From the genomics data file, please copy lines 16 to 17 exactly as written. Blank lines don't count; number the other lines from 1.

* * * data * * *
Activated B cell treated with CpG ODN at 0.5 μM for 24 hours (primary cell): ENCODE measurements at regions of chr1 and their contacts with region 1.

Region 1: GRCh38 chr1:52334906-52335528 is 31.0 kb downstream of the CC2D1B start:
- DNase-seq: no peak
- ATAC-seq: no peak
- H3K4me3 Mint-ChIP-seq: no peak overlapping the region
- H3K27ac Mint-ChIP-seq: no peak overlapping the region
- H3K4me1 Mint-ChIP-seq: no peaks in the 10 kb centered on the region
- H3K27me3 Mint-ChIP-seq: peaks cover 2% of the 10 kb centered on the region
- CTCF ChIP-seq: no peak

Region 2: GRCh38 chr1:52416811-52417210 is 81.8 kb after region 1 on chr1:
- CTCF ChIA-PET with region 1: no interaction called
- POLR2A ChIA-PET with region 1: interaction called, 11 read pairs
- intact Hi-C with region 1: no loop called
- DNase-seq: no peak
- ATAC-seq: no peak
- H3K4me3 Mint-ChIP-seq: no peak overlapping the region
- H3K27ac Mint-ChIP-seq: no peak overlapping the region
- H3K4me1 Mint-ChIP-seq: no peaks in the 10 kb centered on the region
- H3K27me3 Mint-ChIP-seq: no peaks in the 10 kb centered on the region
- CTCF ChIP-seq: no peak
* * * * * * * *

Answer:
- H3K4me3 Mint-ChIP-seq: no peak overlapping the region
- H3K27ac Mint-ChIP-seq: no peak overlapping the region